Table of Contents

Handbook on the Economics and Theory of the Firm

Handbook on the Economics and Theory of the Firm

Elgar original reference

Edited by Michael Dietrich and Jackie Krafft

This unique Handbook explores both the economics of the firm and the theory of the firm, two areas which are traditionally treated separately in the literature. On the one hand, the former refers to the structure, organization and boundaries of the firm, while the latter is devoted to the analysis of behaviours and strategies in particular market contexts. The novel concept underpinning this authoritative volume is that these two areas closely interact, and that a framework must be articulated in order to illustrate how linkages can be created.

Chapter 6: Schumpeter

Gerhard Hanappi

Subjects: business and management, strategic management, economics and finance, industrial economics, industrial organisation, institutional economics

Extract

Gerhard Hanappi 6.1 INTRODUCTION Till today Joseph Alois Schumpeter remains an enfant terrible in the arena of wellrespected economists. Despite his often systematic-sounding style he never produced a consistent theory concerning any of the numerous subjects of investigations he set out to describe. At least, this is how many of his contemporaries perceived his contributions. A well-defined theory of the firm thus cannot be found in Schumpeter’s oeuvres. What can be found there is a patchwork of interconnected ideas, of reflections and meditations, concerning capitalist firms. And as the reader of Schumpeter’s texts tries to discover patterns and main themes in this mosaic it often proves to be more fascinating (and actually reveals more knowledge) than any elegant, self-contained and consistent treatment of the subject possibly could be. In other words, Schumpeter’s theory of the firm is itself evolutionary in the sense that (1) it revolves around a small diversity of theoretical aspects of capitalist firms, (2) selects this set of characteristics as dominant and thus characteristic for an economic epoch, and (3) expresses the transitory status of his suggestions by immediately adding caveats and even contradictions. Instead of arriving at a finally adequate theory of the firm, rather Schumpeter accompanies important features of firms in their historical development, with one eye always on their emergence at a certain point in history and the other eye on their foreseeable redundancy in the future. Three of his favorite topics will be discussed in what follows. 6.2 THE CAPITALIST FIRM AS MOTOR...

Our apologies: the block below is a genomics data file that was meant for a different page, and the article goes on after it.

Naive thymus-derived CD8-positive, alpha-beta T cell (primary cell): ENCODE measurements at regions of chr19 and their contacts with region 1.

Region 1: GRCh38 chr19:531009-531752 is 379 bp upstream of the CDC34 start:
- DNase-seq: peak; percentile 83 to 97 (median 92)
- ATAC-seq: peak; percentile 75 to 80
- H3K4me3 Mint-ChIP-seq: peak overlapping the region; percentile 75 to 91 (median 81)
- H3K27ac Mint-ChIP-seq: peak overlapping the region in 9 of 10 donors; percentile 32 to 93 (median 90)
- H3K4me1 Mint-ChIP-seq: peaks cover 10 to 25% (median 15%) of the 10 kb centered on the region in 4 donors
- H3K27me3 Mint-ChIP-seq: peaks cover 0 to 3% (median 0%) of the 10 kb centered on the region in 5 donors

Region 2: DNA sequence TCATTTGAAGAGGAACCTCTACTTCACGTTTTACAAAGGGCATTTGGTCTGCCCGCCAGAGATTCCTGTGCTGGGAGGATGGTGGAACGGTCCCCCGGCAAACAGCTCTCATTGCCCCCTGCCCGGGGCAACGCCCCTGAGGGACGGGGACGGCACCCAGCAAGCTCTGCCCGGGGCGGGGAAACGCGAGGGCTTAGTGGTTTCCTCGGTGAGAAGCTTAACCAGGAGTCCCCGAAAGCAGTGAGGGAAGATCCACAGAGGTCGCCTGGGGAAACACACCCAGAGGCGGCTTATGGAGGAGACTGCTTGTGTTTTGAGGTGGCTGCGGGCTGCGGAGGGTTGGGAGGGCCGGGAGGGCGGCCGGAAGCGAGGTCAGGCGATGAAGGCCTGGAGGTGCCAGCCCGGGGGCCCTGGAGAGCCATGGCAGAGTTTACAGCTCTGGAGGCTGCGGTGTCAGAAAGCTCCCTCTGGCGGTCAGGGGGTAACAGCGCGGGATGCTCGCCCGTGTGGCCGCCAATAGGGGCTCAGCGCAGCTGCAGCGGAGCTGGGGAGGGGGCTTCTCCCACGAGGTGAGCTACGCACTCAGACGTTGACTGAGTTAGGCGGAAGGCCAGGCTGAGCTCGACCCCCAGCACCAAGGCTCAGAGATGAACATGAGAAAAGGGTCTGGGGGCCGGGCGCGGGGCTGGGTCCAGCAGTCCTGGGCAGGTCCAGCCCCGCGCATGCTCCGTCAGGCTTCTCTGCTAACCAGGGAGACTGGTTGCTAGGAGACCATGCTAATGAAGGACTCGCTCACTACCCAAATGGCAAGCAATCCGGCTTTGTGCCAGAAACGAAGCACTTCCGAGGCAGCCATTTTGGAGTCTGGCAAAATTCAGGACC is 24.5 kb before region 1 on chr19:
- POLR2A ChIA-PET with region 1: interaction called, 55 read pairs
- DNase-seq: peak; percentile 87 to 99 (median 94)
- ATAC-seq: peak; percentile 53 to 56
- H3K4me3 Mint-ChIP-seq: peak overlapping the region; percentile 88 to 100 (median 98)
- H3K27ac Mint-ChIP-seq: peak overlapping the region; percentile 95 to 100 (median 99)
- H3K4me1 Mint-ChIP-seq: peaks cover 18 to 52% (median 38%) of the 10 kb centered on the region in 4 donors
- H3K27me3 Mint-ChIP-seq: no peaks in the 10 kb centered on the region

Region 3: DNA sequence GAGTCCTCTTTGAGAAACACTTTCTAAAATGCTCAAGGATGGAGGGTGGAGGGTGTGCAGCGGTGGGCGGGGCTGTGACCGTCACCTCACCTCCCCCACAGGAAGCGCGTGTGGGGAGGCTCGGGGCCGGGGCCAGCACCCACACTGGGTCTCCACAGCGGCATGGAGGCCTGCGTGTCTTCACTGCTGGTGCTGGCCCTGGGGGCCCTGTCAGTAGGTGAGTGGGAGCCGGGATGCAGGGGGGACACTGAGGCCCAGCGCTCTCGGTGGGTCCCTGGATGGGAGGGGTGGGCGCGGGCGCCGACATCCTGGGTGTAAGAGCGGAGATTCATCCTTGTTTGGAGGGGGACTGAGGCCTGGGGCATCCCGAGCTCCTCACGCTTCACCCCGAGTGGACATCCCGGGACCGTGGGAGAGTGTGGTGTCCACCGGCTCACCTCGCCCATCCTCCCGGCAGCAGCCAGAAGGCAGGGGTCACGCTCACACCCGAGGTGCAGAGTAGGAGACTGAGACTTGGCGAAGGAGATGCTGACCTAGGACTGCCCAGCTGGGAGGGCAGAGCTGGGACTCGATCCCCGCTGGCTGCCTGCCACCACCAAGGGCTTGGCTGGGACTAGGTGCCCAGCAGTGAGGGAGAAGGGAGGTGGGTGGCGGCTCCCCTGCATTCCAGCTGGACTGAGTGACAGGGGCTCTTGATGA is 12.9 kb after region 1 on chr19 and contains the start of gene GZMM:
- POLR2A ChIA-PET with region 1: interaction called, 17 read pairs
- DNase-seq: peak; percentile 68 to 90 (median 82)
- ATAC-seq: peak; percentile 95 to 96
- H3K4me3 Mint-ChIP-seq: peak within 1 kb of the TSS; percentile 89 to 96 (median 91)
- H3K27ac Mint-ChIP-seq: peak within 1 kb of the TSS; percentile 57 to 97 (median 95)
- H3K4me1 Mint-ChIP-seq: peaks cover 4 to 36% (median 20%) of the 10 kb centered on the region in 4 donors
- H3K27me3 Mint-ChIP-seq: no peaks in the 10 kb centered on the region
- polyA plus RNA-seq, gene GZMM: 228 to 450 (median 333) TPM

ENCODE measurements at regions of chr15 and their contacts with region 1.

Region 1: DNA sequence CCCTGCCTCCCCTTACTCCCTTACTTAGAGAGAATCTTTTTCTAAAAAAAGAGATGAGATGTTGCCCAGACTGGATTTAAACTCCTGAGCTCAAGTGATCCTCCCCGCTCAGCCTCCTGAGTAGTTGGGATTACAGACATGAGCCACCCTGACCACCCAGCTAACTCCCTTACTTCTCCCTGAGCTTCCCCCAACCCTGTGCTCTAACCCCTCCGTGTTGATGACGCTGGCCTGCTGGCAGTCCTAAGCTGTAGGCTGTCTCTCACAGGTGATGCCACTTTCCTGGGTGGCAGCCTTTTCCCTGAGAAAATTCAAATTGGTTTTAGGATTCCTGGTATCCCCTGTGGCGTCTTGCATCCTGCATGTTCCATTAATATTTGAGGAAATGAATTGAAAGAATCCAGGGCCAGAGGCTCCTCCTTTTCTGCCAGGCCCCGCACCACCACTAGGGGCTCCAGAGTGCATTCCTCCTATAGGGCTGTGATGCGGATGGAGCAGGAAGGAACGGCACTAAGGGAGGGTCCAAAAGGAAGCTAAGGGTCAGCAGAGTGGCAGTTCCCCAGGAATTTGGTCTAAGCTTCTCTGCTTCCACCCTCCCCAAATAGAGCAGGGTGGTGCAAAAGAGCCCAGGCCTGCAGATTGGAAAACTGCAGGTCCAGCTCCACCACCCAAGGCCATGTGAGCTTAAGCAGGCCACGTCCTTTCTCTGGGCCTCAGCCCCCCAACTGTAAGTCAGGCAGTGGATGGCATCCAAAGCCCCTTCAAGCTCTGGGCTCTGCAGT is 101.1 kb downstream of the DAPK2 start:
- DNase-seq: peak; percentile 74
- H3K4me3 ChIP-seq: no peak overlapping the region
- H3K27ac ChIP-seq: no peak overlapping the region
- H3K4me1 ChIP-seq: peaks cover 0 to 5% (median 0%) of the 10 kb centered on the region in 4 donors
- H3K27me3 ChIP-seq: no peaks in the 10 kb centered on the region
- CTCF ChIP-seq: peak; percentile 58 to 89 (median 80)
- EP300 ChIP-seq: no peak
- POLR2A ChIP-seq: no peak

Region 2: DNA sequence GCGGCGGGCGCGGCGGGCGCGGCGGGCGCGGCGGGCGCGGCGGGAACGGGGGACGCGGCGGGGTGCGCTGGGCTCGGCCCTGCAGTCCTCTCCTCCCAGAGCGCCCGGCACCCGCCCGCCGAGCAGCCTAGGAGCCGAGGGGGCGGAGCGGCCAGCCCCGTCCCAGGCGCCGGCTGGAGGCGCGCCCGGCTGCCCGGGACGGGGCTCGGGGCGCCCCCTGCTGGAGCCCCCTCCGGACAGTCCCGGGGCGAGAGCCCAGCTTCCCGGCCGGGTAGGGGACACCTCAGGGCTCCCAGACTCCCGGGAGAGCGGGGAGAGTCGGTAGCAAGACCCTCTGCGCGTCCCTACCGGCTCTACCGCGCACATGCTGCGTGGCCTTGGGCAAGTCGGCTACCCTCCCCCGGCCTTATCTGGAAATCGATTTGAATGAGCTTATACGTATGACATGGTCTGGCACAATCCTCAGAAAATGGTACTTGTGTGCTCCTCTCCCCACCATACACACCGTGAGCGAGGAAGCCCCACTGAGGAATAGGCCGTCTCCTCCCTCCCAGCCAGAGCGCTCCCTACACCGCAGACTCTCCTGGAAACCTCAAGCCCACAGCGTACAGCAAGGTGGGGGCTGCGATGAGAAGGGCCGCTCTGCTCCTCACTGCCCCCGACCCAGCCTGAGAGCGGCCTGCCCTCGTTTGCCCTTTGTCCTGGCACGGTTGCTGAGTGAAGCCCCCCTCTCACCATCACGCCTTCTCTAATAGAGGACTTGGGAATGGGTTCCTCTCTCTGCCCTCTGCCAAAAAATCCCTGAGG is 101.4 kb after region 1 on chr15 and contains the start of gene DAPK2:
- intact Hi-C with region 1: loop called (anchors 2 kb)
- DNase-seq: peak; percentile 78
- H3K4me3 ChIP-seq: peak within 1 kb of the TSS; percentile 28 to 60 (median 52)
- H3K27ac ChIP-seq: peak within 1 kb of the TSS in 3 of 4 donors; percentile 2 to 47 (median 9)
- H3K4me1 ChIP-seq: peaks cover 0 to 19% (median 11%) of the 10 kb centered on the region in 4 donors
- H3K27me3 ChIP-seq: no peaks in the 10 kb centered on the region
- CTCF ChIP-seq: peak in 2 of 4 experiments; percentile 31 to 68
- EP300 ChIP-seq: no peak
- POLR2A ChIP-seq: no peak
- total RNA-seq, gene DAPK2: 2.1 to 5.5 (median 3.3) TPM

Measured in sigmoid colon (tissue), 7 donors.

You are not authenticated to view the full text of this chapter or article.

Elgaronline requires a subscription or purchase to access the full text of books or journals. Please login through your library system or with your personal username and password on the homepage.

Non-subscribers can freely search the site, view abstracts/ extracts and download selected front matter and introductory chapters for personal use.

Your library may not have purchased all subject areas. If you are authenticated and think you should have access to this title, please contact your librarian.

Further information